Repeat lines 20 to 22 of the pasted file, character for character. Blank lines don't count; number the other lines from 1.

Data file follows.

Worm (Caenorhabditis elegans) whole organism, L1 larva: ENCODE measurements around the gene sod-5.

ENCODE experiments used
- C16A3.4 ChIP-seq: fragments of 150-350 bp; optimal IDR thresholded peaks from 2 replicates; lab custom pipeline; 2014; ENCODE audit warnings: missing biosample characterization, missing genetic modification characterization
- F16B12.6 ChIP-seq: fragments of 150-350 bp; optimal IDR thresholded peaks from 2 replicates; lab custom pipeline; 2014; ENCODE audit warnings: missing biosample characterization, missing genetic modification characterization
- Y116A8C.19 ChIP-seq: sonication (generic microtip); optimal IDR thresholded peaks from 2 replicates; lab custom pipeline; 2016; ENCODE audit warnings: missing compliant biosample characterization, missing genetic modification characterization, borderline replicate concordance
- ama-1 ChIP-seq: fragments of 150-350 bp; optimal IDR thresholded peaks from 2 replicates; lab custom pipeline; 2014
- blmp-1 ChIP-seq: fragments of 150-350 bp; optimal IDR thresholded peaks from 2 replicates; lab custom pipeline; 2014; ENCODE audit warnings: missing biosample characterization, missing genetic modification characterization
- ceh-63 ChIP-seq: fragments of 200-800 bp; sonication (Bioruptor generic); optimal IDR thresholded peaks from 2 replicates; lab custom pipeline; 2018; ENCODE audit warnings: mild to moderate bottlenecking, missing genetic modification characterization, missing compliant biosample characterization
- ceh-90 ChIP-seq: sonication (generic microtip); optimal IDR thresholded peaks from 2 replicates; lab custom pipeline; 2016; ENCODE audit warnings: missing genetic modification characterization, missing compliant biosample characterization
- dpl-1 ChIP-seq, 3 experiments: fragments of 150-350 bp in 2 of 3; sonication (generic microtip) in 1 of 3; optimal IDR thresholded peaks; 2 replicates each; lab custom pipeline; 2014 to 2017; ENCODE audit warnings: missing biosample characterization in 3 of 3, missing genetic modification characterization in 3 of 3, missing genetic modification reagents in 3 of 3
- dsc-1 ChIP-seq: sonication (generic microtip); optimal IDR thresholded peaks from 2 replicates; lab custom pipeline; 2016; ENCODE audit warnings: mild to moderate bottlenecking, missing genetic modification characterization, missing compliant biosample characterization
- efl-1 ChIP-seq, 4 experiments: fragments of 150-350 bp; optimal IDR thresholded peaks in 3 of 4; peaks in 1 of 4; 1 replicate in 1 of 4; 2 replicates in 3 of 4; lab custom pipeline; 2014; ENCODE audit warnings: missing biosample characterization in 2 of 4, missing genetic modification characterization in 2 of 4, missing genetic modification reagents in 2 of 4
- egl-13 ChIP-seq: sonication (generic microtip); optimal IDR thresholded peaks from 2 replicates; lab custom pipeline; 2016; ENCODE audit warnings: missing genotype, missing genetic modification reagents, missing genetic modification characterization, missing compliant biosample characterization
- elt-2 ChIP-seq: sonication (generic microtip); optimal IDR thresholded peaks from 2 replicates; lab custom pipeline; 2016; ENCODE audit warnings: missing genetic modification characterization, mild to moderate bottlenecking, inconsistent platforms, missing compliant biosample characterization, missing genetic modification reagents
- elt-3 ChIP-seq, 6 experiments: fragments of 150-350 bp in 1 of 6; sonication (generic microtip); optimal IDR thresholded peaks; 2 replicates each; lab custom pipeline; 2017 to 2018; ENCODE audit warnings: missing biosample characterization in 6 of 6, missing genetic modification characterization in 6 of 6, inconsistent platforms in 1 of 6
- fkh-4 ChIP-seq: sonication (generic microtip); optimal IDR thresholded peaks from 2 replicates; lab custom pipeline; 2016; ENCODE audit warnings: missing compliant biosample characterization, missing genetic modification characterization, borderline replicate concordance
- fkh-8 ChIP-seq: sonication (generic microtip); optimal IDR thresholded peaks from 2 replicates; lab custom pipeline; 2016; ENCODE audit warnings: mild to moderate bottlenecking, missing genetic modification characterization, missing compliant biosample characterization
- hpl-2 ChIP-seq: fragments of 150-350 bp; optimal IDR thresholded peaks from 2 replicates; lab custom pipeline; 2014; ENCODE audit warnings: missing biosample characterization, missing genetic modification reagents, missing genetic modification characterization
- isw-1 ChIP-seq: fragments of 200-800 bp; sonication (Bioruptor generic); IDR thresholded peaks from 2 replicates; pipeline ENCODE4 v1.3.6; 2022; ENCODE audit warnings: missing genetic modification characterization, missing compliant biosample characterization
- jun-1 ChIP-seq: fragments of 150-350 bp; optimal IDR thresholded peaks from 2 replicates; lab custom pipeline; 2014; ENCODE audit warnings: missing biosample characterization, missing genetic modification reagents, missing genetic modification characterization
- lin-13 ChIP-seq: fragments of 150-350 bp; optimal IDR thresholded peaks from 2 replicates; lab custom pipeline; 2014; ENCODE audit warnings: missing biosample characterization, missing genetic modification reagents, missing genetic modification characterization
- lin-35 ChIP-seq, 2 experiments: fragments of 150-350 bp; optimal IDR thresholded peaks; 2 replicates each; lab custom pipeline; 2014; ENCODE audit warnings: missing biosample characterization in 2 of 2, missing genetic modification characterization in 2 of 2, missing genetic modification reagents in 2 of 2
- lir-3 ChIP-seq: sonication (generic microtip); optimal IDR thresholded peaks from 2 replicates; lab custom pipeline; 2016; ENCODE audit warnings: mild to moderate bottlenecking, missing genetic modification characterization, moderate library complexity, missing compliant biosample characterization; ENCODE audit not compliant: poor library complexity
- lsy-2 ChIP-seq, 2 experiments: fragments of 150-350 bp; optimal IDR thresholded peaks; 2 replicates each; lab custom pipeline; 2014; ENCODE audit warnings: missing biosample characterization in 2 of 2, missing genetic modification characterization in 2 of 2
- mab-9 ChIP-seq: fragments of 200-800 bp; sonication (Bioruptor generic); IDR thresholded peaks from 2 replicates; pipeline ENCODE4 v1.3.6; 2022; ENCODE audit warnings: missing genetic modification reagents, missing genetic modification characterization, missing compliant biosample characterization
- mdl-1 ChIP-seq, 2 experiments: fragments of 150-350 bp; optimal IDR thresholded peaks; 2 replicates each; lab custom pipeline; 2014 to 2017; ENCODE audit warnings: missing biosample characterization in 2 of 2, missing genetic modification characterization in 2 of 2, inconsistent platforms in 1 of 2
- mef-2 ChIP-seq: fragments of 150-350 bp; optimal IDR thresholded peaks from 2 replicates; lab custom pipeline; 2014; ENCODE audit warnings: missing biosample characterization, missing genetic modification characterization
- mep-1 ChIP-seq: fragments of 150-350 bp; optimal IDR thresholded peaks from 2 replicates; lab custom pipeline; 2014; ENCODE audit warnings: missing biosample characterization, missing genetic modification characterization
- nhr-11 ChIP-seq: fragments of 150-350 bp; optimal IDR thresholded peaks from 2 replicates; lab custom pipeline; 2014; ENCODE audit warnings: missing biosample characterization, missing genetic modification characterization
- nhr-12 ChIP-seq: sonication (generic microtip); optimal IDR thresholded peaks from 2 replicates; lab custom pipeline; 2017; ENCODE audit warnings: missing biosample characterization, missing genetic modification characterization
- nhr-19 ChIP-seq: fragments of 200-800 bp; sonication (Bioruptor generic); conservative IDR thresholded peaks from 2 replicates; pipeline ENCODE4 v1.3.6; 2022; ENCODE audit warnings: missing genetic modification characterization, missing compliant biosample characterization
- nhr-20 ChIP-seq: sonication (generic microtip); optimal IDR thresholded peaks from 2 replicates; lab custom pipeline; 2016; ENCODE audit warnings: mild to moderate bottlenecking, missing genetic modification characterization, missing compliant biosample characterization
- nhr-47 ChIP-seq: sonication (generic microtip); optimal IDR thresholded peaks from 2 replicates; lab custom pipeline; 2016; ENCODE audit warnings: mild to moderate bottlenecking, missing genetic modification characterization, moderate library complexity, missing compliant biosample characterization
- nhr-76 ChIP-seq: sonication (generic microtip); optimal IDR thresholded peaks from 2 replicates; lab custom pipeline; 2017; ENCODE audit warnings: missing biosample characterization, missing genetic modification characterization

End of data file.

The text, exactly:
- jun-1 ChIP-seq: fragments of 150-350 bp; optimal IDR thresholded peaks from 2 replicates; lab custom pipeline; 2014; ENCODE audit warnings: missing biosample characterization, missing genetic modification reagents, missing genetic modification characterization
- lin-13 ChIP-seq: fragments of 150-350 bp; optimal IDR thresholded peaks from 2 replicates; lab custom pipeline; 2014; ENCODE audit warnings: missing biosample characterization, missing genetic modification reagents, missing genetic modification characterization
- lin-35 ChIP-seq, 2 experiments: fragments of 150-350 bp; optimal IDR thresholded peaks; 2 replicates each; lab custom pipeline; 2014; ENCODE audit warnings: missing biosample characterization in 2 of 2, missing genetic modification characterization in 2 of 2, missing genetic modification reagents in 2 of 2